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2013-07-08
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Hundreds suffer depression: PFA boss

Global Times (2013-07-08 P31)
By AFP – Global Times

Hundreds of footballers could be suffering from depression, according to players' union boss Clarke Carlisle.

Professional Footballers' Association (PFA) chairman Carlisle, who retired from playing at the end of last season, has spoken of his own problems and revealed he tried to commit suicide when he was starting out in the game.

The PFA is the labor union for professional association footballers in England and Wales.

Carlisle is convinced the problem is widespread and has produced a television documentary on suicide and depression among footballers, he explained to the Mail on Sunday newspaper.

"I will categorically state there are hundreds of players suffering with this," he said. "The numbers in society are one in four and footballers are members of that society.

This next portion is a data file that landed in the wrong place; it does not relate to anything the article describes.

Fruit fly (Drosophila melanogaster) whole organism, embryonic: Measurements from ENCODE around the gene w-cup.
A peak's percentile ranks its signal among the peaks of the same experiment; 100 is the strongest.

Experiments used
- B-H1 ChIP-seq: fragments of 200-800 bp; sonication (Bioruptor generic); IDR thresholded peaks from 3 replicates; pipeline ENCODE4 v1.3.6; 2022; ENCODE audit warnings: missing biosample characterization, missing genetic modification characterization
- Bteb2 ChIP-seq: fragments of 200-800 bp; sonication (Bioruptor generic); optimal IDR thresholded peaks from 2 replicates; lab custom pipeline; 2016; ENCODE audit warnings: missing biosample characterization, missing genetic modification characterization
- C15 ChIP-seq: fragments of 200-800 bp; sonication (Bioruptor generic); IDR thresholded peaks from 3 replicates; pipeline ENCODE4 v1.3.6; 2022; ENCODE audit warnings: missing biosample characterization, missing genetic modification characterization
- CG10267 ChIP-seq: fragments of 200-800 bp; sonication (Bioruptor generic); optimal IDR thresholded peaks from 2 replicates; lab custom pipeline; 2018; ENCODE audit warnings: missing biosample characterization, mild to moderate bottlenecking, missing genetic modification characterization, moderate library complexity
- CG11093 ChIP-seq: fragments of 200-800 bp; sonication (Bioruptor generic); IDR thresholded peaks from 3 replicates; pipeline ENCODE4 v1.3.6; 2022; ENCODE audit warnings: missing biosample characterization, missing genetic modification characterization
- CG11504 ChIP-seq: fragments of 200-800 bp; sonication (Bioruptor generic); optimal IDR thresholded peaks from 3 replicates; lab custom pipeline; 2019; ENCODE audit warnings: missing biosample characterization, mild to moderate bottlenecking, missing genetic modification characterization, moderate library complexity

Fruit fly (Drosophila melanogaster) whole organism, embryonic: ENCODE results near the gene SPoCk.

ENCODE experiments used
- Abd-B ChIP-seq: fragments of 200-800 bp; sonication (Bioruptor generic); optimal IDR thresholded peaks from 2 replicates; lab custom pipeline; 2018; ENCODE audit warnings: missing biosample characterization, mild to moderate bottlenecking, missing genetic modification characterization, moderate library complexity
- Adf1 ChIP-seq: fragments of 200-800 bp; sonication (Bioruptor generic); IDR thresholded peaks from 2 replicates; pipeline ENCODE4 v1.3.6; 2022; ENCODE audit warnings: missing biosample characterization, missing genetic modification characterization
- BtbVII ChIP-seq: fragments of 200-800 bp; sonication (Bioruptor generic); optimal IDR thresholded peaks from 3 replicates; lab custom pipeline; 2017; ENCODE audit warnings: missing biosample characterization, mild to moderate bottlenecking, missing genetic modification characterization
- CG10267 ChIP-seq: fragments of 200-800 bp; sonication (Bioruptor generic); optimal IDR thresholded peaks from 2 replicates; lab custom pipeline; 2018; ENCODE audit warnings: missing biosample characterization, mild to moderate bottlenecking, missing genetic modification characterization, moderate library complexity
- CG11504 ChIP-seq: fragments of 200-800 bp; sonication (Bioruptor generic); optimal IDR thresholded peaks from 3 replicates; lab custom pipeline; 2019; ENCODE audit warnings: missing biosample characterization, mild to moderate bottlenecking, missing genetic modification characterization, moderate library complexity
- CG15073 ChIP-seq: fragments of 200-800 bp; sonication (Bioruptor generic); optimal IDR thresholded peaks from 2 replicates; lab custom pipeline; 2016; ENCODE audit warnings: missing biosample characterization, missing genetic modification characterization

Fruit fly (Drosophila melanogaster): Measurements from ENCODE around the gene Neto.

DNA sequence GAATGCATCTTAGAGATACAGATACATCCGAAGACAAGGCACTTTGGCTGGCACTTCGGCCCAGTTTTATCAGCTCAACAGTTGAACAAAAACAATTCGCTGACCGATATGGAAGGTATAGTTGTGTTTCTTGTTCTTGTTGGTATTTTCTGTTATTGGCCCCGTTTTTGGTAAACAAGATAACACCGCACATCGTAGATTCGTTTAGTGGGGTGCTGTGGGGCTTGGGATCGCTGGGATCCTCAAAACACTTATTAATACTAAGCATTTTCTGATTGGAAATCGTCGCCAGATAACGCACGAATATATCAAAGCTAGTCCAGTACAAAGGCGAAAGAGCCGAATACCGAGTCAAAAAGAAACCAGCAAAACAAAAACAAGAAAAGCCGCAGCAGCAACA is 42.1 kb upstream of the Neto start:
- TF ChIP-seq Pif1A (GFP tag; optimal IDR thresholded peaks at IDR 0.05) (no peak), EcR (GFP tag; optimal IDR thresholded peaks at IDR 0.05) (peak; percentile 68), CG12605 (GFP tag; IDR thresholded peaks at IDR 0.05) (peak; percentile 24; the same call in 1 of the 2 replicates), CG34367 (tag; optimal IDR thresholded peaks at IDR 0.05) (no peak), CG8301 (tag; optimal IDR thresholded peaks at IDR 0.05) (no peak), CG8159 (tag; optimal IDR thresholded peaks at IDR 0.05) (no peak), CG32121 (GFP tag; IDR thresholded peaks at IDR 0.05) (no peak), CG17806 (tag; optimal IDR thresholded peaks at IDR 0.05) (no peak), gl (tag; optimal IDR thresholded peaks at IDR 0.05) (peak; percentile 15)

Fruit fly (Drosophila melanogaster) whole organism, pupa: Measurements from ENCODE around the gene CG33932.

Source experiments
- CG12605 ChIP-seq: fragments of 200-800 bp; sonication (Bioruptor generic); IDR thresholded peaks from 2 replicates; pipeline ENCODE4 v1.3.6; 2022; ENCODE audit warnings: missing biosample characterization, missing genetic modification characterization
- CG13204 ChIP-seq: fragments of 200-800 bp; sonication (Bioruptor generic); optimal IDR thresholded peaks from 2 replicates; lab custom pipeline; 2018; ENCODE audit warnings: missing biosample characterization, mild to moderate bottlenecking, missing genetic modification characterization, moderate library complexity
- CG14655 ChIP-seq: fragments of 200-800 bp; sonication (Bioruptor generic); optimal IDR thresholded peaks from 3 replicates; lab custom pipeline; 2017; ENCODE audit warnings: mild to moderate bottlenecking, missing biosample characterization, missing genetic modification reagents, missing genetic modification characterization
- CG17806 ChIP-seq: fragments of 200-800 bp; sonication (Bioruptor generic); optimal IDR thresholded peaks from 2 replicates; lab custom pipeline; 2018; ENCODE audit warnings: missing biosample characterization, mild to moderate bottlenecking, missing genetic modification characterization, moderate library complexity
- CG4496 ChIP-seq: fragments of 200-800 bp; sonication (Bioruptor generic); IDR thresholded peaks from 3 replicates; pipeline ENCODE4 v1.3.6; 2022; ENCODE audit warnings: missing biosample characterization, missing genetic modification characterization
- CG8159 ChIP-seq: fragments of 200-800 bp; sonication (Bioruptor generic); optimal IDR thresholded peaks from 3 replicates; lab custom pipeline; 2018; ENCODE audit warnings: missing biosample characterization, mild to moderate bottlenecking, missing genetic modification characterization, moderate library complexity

"As PFA chairman, I've had 15-20 guys come to me and say, 'Clarke, there's something wrong with me and I don't know what it is or where I should go.'

"All they know is they want to be out of football, out of the system. And those are just the ones who had my number and felt they could call. You cannot undersell this."

Carlisle plans to launch a hot line for footballers to call if they feel they need help.

And he recalled an occasion when, as a young player at Queen's Park Rangers, he went to a local park with a bottle of pills and attempted to end his life.

"I'd decided that ending my life was the best and most pain-free solution for everyone," he said. "It wasn't a cry for help. I downed the pills and was expecting some really dramatic ending, like a movie scene.

"When that didn't happen, I thought I'd go back to my flat, have another can and go to sleep, job done. It's frightening, really frightening, to think about my state of mind back then."

Carlisle also attributes his problems with alcohol to his illness.

"My belief and experience is that the majority of substance abuse is born out of depression," he said. "I believe my alcoholism was to try to alter my state of mind, and that was because of my general level of unhappiness.

"Now my depression has been diagnosed, I take drugs every morning. It's not a 'happy pill' that makes challenges go away, but it balances my brain so I can see clearly the challenges I face."

AFP - Global Times

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